China uses medical imaging to predict landslides
[BEIJING] Chinese scientists have developed a method to help people avoid the threat of landslides. It predicts potential earth movements using the technique of nuclear magnetic resonance (NMR) to detect of underground water.
Geoscientists believe that movement of ground water causes about 80 per cent of landslides. The NMR technique, which was initially developed to provide images of organs and soft tissue in the human body through the skin, allows the presence and quantity of such water to be confirmed.
Furthermore it is faster, more accurate and cheaper than conventional drilling technology, says Li Zhenyu of the China University of Geosciences in Wuhan, who developed NMR's application to landslide detection.
Li, a geophysicist, led the world’s first attempt to observe landslide-prone massifs using NMR in the Three Gorges dam region of China's Hubei province between 2001 and 2003. And he and his colleagues have successfully predicted several landslides with the technology.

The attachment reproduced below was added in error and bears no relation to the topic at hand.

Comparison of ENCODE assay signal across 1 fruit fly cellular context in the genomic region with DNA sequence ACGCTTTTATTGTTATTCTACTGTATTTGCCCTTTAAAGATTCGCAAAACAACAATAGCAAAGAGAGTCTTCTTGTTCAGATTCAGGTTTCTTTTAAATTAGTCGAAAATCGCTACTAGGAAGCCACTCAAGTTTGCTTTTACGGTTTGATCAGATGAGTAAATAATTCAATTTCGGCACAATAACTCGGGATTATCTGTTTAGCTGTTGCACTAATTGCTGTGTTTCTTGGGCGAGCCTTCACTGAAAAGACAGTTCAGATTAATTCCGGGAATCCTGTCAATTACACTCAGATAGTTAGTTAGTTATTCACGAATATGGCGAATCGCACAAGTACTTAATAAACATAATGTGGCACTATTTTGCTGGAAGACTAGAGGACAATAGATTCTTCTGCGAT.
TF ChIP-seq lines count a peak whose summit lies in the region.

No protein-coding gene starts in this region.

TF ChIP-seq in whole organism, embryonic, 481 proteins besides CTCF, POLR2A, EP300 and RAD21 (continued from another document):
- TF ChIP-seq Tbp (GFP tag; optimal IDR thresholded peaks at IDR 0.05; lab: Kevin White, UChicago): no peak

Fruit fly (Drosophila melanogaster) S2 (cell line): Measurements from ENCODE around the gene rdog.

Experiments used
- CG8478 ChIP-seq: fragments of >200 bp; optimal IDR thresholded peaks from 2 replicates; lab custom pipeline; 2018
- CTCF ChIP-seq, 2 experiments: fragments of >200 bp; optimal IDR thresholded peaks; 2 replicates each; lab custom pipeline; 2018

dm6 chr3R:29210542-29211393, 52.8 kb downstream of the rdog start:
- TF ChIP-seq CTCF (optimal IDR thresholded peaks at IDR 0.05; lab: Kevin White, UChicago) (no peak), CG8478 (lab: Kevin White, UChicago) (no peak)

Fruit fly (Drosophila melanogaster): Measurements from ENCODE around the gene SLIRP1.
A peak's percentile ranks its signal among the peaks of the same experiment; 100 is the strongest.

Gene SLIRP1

The new method costs only ten per cent of traditional drilling, and only needs 24 hours to collect data in one observation point, while the drill method needs up to 10 days, he says.
But most importantly, Li adds, nuclear magnetic resonance can obtain much more information on the movement of ground water than drilling technologies, as its accuracy on the number of drilling points.
Massive deforestation and construction of great dams, such as the Three Gorges project, have contributed to increasing numbers of landslides in China in recent years. According to the Xinhua news agency, landslides and mudflows caused 134 deaths and an economic loss of 3.7 billion yuan (more than US$446 million) in the first five months of 2003.
Nuclear magnetic resonance technology has great potential for landslide risk assessment in China, says Li. But he adds that a lack of capital and outdated landslide monitoring standards — which are based on the drilling method — have held back adoption of the technology.